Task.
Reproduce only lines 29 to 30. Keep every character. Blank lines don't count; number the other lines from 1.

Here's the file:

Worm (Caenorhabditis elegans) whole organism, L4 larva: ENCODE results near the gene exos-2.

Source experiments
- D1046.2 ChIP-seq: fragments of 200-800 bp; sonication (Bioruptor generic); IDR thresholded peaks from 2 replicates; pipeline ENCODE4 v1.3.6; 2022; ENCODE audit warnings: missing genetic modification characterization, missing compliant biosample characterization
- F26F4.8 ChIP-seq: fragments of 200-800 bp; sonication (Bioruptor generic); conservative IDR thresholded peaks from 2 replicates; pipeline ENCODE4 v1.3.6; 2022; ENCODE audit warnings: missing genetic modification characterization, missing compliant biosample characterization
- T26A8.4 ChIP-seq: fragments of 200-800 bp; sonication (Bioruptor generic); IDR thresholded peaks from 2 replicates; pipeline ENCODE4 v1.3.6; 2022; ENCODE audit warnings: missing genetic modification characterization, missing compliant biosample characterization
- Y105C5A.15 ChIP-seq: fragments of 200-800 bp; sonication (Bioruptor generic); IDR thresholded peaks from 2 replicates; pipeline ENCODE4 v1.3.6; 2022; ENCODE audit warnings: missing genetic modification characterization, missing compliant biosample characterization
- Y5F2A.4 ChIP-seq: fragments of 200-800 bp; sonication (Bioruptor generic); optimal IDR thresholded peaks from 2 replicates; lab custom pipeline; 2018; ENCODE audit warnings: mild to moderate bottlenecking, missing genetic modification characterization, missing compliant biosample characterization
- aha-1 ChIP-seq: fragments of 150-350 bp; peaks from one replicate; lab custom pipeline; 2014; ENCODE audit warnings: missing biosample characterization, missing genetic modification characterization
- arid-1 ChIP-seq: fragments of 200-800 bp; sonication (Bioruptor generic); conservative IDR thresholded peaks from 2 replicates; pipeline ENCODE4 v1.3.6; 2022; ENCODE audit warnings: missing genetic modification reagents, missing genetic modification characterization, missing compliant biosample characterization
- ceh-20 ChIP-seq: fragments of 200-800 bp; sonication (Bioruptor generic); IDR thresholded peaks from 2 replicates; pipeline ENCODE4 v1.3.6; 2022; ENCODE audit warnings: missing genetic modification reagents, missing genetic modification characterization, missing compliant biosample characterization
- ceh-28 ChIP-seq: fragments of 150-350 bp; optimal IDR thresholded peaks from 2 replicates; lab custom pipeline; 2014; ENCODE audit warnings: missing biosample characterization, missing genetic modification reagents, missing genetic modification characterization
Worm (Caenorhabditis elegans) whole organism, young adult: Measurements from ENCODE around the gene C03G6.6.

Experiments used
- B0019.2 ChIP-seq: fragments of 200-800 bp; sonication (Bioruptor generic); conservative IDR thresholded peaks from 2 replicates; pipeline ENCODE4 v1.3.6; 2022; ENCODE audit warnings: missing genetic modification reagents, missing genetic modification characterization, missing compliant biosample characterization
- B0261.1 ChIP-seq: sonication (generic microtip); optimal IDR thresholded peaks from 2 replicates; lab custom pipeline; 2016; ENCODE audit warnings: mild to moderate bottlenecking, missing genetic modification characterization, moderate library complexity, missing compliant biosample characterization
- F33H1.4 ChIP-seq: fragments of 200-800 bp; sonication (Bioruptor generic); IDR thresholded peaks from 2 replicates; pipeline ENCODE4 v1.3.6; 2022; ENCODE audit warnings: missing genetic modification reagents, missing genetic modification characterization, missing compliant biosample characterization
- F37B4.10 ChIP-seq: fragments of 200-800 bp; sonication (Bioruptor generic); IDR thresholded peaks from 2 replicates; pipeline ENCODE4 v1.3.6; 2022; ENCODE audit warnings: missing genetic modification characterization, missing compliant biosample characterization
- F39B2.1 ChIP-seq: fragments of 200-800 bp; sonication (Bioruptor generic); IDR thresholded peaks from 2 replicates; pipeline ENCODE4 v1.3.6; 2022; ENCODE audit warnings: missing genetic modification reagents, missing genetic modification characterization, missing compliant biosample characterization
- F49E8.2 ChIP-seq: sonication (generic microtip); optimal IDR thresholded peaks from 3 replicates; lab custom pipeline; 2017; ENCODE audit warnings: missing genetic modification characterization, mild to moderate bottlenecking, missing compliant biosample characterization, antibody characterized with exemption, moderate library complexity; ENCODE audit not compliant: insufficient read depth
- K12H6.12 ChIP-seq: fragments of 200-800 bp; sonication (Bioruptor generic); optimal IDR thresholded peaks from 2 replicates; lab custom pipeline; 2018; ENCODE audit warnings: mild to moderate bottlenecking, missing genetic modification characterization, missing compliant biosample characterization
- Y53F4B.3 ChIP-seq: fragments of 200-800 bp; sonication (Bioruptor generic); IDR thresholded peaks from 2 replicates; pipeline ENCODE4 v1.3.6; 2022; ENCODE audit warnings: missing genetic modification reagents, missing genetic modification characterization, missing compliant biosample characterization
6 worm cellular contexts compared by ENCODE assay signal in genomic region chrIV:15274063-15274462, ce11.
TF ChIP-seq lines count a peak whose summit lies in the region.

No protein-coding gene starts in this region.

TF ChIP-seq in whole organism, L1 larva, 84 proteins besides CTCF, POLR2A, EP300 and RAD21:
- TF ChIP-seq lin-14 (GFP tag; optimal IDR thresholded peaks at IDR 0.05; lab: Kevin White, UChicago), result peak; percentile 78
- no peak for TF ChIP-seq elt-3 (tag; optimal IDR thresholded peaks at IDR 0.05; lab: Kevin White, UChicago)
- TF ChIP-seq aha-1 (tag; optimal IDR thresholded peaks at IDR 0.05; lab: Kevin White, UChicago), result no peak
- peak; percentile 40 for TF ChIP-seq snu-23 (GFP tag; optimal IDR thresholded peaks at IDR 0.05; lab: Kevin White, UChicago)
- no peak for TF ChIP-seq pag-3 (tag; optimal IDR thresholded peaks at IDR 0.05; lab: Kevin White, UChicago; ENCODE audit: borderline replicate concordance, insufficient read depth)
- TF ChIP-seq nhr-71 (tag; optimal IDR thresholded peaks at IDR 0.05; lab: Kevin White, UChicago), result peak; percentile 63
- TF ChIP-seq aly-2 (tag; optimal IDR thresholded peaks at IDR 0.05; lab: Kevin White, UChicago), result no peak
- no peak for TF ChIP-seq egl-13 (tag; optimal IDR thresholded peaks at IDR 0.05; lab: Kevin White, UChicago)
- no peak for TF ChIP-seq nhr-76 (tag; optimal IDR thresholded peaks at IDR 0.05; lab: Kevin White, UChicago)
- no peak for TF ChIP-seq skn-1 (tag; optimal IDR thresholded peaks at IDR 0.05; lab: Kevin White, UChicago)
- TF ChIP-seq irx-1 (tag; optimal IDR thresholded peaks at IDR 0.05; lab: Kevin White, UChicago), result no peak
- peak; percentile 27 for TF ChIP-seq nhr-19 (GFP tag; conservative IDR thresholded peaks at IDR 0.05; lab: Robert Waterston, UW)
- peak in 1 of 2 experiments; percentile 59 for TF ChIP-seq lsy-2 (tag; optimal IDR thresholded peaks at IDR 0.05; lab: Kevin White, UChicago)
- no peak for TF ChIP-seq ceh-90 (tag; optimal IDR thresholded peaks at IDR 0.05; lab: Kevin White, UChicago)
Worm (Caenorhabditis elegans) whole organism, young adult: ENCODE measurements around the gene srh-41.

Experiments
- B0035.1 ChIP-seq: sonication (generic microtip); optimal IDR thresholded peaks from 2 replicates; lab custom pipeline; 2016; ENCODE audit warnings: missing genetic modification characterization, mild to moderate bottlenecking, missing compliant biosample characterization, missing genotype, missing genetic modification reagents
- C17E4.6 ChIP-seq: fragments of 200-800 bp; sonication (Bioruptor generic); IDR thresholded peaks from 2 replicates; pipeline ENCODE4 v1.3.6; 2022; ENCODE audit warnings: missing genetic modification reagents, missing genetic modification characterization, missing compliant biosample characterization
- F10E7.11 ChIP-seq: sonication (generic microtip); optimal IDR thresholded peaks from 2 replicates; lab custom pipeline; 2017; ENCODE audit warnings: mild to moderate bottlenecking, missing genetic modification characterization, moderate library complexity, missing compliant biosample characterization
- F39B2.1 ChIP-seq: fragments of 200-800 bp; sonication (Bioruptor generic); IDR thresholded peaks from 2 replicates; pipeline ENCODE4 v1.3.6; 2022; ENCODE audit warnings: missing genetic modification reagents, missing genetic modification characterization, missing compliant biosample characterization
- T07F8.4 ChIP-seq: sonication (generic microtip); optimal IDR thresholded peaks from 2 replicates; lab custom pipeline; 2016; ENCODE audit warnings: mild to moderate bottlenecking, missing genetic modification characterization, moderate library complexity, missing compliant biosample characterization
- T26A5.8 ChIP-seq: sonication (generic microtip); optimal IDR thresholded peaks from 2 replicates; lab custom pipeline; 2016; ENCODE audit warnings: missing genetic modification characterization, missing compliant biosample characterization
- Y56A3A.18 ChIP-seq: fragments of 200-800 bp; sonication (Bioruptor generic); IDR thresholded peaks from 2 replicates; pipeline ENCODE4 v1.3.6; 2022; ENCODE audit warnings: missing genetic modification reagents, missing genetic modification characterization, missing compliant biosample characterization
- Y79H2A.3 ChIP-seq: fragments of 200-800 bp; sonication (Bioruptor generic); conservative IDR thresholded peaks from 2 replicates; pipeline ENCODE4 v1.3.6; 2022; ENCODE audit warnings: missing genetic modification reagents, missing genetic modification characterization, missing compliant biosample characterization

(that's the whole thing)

- peak; percentile 40 for TF ChIP-seq snu-23 (GFP tag; optimal IDR thresholded peaks at IDR 0.05; lab: Kevin White, UChicago)
- no peak for TF ChIP-seq pag-3 (tag; optimal IDR thresholded peaks at IDR 0.05; lab: Kevin White, UChicago; ENCODE audit: borderline replicate concordance, insufficient read depth)